When our period rolls around each month, we care a whole lot about our hormones. We know that estrogen might be affecting our emotions, our moods, and the severity of our PMS symptoms. What we might not be thinking about is how hormones affect us every single day and that those hormones aren’t just inside our body but also in our environment.
Ever heard of xenoestrogen? It’s a synthetic or natural chemical that mimics estrogen. Your birth control pills contains xenoestrogen and later in life when women hit menopause, doctors might prescribe xenoestrogens in the form of hormone replacement therapy to ease the symptoms of menopause. In those two instances, xenoestrogens are helping us, but scientists are questioning what other xenoestrogens might be doing to our bodies.
The chemicals that make up xenoestrogens are also called endocrine disrupting chemicals or EDCs. Commonly found in plastics and pesticides, EDCs get into our bodies without us even knowing it. EDCs are in the linings of metal cans for canned goods, in the plastic of water bottles, the chemicals of pesticides, on furniture that’s been chemically treated in the manufacturing process, in the ingredients of our cosmetics, and even in the formulation of the paper used for your cash register receipts.
Environmental safety advocate Rachel Carson led a crusade in the 1960s against one kind of endocrine disruptor, DDT, in her book Silent Spring. We’ve known definitively since then that chemicals can take a toll on our bodies. Now, scientists are taking an even harder look at EDCs. According to the National Institute of Environmental Health Studies, EDCs “may interfere with the body’s endocrine system and produce adverse developmental, reproductive, neurological, and immune effects in both humans and wildlife.”
A scientific statement from an international group of researchers and doctors called The Endocrine Society cited “effects on male and female reproduction, breast development and cancer, prostate cancer, neuroendocrinology, thyroid, metabolism and obesity, and cardiovascular endocrinology.” EDCs have also been linked to allergies and asthma and the early onset of menopause.
Many scientists now see EDCs as a serious threat to public health, but EDCs are too prevalent to be outright banned. These compounds are even in our water. However, there are ways that you can make sure that EDCs affect you less.
Keep it clean
One of the easiest ways to get rid of germs, chemicals, and any other things we don’t want in our bodies? Wash your hands. Simple enough to remember when we can see the grime, but start thinking about what chemical grime you can’t see after handling the chemically-treated paper of your grocery store receipt. You lower the chance of ingesting those chemicals if they all get washed down the drain.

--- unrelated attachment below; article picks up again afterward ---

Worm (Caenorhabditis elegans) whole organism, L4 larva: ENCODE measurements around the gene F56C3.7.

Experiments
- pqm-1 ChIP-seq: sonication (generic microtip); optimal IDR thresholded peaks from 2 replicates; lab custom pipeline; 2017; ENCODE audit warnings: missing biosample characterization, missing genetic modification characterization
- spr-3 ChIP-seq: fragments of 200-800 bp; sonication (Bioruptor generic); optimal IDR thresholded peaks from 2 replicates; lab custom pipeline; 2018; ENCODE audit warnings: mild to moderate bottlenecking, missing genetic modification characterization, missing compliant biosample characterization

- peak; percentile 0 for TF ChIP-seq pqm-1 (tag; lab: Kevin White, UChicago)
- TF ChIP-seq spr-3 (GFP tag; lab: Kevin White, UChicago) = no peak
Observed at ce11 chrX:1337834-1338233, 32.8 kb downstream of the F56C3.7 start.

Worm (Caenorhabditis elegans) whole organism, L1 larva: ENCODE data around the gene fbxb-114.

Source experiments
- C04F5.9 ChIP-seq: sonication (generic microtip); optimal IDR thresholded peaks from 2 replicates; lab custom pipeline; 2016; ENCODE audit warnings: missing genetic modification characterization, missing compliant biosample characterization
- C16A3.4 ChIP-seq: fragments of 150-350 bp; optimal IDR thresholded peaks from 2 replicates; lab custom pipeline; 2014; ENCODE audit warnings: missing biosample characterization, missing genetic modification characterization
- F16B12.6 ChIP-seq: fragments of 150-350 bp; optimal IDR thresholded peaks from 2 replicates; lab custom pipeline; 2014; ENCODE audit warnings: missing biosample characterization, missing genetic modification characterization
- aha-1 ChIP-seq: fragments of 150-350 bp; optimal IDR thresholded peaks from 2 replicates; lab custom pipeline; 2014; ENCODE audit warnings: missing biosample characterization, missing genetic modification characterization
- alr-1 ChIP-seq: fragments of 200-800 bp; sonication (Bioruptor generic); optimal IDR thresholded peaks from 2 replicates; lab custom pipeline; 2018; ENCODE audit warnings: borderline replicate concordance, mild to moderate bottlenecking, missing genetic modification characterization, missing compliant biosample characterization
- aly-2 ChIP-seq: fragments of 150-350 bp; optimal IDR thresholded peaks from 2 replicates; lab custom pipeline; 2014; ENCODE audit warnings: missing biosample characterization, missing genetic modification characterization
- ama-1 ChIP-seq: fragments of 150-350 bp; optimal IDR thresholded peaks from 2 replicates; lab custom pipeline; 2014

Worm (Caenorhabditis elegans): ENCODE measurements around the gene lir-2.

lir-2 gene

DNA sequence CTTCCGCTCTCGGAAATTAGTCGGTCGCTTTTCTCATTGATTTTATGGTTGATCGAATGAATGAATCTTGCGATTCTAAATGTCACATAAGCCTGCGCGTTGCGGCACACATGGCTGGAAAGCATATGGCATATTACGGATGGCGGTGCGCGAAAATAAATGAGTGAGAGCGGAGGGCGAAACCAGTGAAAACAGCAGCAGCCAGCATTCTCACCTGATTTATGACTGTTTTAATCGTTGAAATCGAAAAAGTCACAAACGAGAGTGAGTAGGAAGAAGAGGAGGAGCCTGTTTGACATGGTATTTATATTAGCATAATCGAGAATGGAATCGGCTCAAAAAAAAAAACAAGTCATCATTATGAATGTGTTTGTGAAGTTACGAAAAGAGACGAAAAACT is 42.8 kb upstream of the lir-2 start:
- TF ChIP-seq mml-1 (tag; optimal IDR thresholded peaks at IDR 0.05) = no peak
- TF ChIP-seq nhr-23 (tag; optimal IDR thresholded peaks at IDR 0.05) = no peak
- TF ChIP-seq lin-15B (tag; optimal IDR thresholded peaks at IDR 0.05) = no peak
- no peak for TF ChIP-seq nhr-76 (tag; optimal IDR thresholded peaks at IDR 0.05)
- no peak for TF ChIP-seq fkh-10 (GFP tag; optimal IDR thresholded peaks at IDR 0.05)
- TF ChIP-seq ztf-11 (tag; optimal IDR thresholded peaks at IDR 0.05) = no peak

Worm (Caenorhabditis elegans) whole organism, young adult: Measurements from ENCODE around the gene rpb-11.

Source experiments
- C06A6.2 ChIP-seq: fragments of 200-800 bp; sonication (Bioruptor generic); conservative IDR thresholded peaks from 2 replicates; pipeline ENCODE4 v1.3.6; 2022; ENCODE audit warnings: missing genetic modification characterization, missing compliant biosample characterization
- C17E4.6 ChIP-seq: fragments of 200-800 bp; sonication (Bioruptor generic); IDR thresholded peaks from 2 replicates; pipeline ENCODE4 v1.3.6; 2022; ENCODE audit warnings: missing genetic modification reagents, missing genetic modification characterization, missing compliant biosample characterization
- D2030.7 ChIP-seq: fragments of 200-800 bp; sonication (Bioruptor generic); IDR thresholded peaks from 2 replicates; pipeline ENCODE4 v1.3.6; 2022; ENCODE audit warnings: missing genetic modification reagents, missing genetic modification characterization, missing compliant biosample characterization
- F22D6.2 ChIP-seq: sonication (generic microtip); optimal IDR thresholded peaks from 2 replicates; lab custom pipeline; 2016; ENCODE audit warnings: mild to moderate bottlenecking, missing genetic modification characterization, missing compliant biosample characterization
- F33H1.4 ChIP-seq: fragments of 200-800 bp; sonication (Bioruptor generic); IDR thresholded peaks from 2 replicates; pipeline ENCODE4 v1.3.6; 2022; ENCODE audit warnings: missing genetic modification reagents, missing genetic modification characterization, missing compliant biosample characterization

Keeping your house clean will also help. We track dirt into our homes, but we also track in chemicals. Dust with a damp cloth and also vacuum regularly, especially with a HEPA (high efficiency particulate air) filter vacuum. While you’re keeping your house ship shape, we can also introduce EDCs into our own homes without even realizing it. Consider making the switch from traditional synthetic cleaning products and using organic or old school cleaning methods. Vinegar, baking soda, and lemon could be your new killer cleaning combo without causing you harm in the process.
Go au naturel
We all want to look our best, but we shouldn’t do it at the expense of our health. Lotions, cosmetics, nail polish, and perfume commonly use a kind of endocrine disruptor called phthalates. These chemicals help dissolve substances and to make other substances softer or more pliable. Phthalates may be helping us look better, but making us feel worse. Many products now claim “organic” or “natural” labels, but to find out what’s truly in them, you might have to do some digging.
The Food and Drug Administration has a database from 2010 with a list of products that contain phthalates. Some retailers have also realized that they can help consumers make more informed choices. Try searching your favorite website for cosmetics purchases (big box, specialty, or otherwise) for “phthalate free” and see what comes up. Or check out the nonprofit Breast Cancer Action’s list of phthalate free products. Environmental Working Group, a DC based advocacy group, has started labeling products it deems as safe and free from many of the most harmful chemicals. See if your product makes the cut or if it might be time to switch up your routine.
Our food is also a big source of EDCs. You can’t avoid all these chemicals, but you will avoid some by buying organic foods. Can’t afford to go all organic? These fifteen foods are the least harmful to you if you buy them conventionally grown. Buying organic is one way to combat EDCs, but those chemicals are on more than just the pesticides on your veggies. Also consider the plastic you use in your kitchen. Swap out your plastic storage containers, that honestly you’ve probably been holding on to for too long anyway, and start using glass containers. Nix those canned foods containers which are lined with chemicals to keep the food from going bad and start buying dried beans and fresh tomatoes. It will add more time to your meal prep, but also potentially add more years to your life. If you want to know even more about EDCs, these are the twelve chemicals that cause the most trouble.
European advocacy groups and companies have been working on an EDC free Europe, but the United States has yet to take the same kind of stand. Take charge of your own health and find out what your city and state is doing to reduce the use of EDCs.